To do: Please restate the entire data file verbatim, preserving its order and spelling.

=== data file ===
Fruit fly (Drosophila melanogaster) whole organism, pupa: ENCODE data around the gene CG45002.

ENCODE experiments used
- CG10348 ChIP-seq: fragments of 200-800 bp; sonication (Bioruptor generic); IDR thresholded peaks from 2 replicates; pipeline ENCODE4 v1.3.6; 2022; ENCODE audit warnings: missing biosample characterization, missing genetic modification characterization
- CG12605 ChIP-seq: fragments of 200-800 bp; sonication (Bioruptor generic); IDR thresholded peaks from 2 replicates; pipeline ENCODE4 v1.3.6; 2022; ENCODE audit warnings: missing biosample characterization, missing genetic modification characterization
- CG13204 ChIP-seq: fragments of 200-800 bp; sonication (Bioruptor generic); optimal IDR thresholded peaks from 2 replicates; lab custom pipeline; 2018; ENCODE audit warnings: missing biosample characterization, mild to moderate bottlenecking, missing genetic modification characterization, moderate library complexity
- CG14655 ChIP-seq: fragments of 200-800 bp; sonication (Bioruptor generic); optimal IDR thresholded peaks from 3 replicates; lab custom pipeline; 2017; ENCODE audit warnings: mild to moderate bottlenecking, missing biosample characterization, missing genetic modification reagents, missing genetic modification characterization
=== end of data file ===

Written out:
Fruit fly (Drosophila melanogaster) whole organism, pupa: ENCODE data around the gene CG45002.

ENCODE experiments used
- CG10348 ChIP-seq: fragments of 200-800 bp; sonication (Bioruptor generic); IDR thresholded peaks from 2 replicates; pipeline ENCODE4 v1.3.6; 2022; ENCODE audit warnings: missing biosample characterization, missing genetic modification characterization
- CG12605 ChIP-seq: fragments of 200-800 bp; sonication (Bioruptor generic); IDR thresholded peaks from 2 replicates; pipeline ENCODE4 v1.3.6; 2022; ENCODE audit warnings: missing biosample characterization, missing genetic modification characterization
- CG13204 ChIP-seq: fragments of 200-800 bp; sonication (Bioruptor generic); optimal IDR thresholded peaks from 2 replicates; lab custom pipeline; 2018; ENCODE audit warnings: missing biosample characterization, mild to moderate bottlenecking, missing genetic modification characterization, moderate library complexity
- CG14655 ChIP-seq: fragments of 200-800 bp; sonication (Bioruptor generic); optimal IDR thresholded peaks from 3 replicates; lab custom pipeline; 2017; ENCODE audit warnings: mild to moderate bottlenecking, missing biosample characterization, missing genetic modification reagents, missing genetic modification characterization